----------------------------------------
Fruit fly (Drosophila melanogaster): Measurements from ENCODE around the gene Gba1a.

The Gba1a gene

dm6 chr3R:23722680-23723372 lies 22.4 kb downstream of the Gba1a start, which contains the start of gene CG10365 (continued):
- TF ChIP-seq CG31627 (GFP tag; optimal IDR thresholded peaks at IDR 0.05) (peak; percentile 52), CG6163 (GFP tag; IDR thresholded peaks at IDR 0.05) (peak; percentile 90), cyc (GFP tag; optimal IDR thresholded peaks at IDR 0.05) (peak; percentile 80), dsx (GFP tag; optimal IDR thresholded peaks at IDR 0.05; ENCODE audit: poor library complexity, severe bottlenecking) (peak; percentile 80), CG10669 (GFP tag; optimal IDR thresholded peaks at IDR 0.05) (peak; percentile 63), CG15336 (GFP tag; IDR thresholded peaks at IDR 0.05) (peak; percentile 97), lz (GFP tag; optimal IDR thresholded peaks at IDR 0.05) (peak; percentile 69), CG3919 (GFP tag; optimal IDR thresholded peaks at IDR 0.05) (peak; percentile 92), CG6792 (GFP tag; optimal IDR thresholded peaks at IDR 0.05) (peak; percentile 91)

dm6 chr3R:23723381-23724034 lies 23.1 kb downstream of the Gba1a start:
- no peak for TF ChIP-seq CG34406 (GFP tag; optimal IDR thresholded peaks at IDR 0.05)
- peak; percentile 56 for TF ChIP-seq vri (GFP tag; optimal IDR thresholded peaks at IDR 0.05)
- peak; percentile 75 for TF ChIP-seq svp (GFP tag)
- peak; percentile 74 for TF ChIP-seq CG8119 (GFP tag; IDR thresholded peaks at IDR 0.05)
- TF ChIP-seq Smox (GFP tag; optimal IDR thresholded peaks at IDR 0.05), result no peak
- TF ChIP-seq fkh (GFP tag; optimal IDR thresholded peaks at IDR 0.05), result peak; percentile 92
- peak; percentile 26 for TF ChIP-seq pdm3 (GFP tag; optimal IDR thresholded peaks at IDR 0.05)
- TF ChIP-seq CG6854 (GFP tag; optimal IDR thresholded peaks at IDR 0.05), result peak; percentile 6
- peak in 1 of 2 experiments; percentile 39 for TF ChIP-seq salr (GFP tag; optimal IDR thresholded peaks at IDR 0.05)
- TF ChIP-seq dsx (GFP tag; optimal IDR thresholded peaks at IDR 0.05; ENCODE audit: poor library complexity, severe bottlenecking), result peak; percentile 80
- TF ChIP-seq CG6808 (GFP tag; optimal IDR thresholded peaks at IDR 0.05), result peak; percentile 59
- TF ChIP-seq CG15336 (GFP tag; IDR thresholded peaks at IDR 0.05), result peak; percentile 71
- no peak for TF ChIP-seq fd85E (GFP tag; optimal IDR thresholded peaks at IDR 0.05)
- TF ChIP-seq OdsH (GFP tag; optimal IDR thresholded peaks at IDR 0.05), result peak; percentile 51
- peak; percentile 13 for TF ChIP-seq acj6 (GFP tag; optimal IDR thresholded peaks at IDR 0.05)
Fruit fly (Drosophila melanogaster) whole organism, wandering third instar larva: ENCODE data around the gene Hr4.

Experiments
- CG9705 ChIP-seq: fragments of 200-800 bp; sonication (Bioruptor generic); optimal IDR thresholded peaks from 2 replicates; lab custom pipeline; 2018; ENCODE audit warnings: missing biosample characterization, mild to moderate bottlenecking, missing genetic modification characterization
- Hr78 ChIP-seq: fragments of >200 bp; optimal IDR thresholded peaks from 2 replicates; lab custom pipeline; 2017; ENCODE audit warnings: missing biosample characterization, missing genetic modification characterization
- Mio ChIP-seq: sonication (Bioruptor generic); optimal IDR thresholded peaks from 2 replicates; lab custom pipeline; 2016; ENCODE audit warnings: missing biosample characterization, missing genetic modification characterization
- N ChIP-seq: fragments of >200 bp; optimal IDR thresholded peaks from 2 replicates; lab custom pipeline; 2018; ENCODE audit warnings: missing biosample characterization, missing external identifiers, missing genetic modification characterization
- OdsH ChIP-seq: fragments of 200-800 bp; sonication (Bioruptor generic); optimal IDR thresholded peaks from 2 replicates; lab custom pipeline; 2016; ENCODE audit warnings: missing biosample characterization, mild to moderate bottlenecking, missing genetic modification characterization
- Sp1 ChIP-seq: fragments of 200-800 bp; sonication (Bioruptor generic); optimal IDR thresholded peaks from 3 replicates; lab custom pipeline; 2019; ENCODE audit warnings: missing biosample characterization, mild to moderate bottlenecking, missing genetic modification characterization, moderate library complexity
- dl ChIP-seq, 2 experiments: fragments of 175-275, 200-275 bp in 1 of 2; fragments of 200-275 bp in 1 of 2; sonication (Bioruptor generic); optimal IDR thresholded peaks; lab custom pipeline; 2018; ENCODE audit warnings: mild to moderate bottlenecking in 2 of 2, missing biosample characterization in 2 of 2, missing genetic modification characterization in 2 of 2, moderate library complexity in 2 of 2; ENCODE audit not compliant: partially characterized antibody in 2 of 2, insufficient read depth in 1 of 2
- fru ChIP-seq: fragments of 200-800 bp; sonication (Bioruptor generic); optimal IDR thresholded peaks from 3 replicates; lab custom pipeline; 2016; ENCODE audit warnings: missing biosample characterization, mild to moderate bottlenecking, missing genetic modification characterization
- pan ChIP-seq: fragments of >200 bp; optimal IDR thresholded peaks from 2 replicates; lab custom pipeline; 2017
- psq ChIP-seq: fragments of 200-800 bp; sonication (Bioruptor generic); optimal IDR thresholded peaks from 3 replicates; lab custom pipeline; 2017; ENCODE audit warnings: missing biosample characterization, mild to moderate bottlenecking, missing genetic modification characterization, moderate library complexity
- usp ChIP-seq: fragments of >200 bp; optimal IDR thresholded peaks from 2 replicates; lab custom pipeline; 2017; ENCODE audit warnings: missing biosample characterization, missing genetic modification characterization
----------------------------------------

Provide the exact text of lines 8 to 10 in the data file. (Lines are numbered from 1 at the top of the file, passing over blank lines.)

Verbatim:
- peak; percentile 75 for TF ChIP-seq svp (GFP tag)
- peak; percentile 74 for TF ChIP-seq CG8119 (GFP tag; IDR thresholded peaks at IDR 0.05)
- TF ChIP-seq Smox (GFP tag; optimal IDR thresholded peaks at IDR 0.05), result no peak